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95 APPENDIX C Recommendation 5 Health care systems should develop programs that incorporate in- and outpatient approaches to simplify the demands and complexity of partici- pants practicing prevention. Centers for Medicare and Medicaid Services (CMS) can take the lead in developing a scorecard for Medicaid and Medi- care patients. Incentives could be created with health literacy strategies for better communication with seniors. Pediatric health literacy (measures and goals) could be integrated into State Children’s Health Insurance Program (SCHIP) materials. Recommendation 6 With the goal for the population to attain basic health literacy, Fed- eral agencies responsible for addressing disparities should support the development of new quality standards that reduce the demands and complexities of the health system. The ultimate goal is to make it simple and clear what individuals must “do” to access and utilize necessary health services. Recommendation 7 The Department of Education (at federal, state, and local levels) should develop a health literacy competency base for levels of elementary and secondary education that includes the necessary education and mea - surement that could be integrated into standardized testing (a score). This scorecard could be reported at various grade intervals across traditional education grades to demonstrate the health literacy knowledge skills and practice of prevention and behaviors. Recommendation 8 Congress should adopt a healthy workplace policy for all companies that advances primary and secondary prevention that is consistent with evidence based research and strategies. An attainable scorecard with eco- nomic incentives for employees and employers such as tax credits should also be hallmark to advance adoption of health promoting behaviors Recommendation 9 The AAMC and other accrediting boards for health professional schools and professional continuing education programs in health and related fields, including medicine, dentistry, pharmacy, social work,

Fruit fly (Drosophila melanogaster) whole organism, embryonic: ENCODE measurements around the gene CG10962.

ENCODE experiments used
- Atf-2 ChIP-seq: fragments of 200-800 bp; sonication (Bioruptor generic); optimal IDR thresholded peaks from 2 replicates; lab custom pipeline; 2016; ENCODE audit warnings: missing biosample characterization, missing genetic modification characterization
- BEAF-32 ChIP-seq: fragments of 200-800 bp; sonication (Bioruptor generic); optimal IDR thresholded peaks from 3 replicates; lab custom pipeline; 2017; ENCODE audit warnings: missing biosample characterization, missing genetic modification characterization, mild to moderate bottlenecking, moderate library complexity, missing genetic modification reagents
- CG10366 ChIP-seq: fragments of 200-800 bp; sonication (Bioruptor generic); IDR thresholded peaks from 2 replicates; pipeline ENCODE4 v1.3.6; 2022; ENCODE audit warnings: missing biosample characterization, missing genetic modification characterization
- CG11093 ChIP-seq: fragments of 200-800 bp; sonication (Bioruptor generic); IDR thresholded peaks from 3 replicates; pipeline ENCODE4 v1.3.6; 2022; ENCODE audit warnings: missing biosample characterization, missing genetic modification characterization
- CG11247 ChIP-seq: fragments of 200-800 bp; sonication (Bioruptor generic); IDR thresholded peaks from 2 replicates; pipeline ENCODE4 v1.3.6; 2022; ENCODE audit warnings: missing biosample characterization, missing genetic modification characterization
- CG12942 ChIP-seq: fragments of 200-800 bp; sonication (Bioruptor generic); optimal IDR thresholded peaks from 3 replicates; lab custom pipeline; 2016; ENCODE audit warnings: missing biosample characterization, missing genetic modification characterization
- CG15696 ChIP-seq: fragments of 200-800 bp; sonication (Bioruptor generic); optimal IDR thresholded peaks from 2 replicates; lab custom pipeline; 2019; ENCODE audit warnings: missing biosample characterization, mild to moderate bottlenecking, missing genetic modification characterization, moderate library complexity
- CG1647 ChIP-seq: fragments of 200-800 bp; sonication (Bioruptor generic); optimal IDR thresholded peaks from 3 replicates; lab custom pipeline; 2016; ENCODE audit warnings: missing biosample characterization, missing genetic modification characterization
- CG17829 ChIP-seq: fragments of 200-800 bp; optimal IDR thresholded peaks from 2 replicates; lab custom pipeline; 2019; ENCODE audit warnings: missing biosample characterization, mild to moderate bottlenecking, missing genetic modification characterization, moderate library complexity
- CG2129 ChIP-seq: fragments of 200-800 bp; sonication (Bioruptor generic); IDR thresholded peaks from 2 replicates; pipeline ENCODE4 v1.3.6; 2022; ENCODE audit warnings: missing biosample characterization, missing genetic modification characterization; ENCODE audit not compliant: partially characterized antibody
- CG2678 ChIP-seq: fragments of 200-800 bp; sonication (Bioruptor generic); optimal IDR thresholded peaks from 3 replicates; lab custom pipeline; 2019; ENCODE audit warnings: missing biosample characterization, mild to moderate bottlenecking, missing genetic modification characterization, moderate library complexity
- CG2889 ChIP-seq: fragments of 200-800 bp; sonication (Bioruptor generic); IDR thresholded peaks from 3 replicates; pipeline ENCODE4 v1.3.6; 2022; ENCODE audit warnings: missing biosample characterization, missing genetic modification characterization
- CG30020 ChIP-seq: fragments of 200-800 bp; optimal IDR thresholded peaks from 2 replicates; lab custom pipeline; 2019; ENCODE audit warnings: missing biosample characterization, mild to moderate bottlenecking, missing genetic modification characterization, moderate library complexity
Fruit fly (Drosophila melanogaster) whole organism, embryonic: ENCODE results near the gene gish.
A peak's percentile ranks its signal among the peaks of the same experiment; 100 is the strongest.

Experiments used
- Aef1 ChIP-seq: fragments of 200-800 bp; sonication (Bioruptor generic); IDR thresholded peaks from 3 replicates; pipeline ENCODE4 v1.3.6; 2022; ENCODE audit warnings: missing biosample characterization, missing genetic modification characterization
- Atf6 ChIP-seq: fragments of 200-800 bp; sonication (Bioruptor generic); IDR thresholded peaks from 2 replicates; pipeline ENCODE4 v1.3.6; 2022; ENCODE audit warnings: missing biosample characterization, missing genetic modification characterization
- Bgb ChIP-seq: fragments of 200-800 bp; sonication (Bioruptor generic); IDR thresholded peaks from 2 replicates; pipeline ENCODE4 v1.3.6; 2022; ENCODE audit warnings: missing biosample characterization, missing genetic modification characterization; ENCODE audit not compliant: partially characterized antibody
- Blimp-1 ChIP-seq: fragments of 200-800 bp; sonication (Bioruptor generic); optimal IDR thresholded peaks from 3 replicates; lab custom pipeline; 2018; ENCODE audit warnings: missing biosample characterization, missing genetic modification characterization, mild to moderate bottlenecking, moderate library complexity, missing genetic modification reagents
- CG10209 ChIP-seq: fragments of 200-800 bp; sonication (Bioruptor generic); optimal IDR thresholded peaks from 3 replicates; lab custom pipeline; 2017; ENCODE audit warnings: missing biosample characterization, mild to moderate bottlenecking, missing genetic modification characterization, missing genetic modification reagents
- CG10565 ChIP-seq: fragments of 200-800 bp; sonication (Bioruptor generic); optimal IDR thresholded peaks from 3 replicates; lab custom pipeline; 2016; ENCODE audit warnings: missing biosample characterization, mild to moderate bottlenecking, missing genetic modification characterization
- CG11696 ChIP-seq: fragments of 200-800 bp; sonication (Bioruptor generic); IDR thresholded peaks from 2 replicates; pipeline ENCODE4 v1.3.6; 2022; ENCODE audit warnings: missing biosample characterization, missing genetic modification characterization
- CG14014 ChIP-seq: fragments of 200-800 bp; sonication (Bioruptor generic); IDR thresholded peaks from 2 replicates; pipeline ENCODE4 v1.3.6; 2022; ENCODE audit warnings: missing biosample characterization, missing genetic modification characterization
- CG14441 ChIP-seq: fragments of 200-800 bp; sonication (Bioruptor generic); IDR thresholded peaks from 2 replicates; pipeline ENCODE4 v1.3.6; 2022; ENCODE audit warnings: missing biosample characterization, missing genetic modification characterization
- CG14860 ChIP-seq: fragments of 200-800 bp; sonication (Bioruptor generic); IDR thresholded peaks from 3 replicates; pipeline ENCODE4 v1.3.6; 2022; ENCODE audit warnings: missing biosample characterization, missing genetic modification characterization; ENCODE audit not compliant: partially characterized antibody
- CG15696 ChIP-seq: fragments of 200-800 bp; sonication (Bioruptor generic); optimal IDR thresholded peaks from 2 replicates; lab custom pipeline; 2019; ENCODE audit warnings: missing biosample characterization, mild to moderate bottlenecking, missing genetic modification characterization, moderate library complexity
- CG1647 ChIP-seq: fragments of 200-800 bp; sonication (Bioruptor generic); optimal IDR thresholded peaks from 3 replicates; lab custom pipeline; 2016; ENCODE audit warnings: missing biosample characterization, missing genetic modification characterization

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96 PROMOTING HEALTH LITERACY anthropology, nursing, public health, communication, and journalism should incorporate primary and secondary prevention health literacy into their curricula, practice, accreditations, and areas of competence. Recommendation 10 New Activities in Comparative Effectiveness including those in devel- opment with the Federal Coordinating Committee (CMS, FDA, NIH, VA, and Defense) should integrate health literacy among the six interventions under consideration—notably the behavior change and prevention areas of interest. COMMISSIONED PAPER APPENDIX OF CASES IN HEALTH LITERACY AND PREVENTION DOMAIN ONE: HEALTH SYSTEMS Case 1 Pittsburgh Regional Health Initiative—Proper use of chronic obstruc- tive pulmonary disease medications requires many steps that are dif- ficult to remember and do correctly. Case managers spent one hour per week for 7-8 weeks teaching patients correct use of their inhalers. In just three months, this teaching resulted in a 35 percent reduction in hospital readmissions (2008, Pittsburgh Regional Health Initiative). Case 2 The Integrated Health Network (IHN) is a group of eight provid- ers who serve over 200,000 uninsured and underinsured residents in St. Louis, Missouri. An IHN initiative, called the Health Education and Literacy Program, uses lay health coaches to reach uninsured and under- insured residents to empower them to take control of their health, com- municate with providers, and become more confident in navigating the health delivery system. Despite barriers to healthcare among this popu - lation, including transportation access, financial obstacles, and lack of trust in the healthcare system, results of a qualitative study to determine the effectiveness of health coaches were positive. Preliminary findings revealed a significant increase in the percentage of patients who had a primary care provider after working with a health coach (from 57 percent to 81 percent). Moreover, after working with a health coach, 27 percent of chronic disease patients (up from 1 percent) are now able to discuss their self management plan.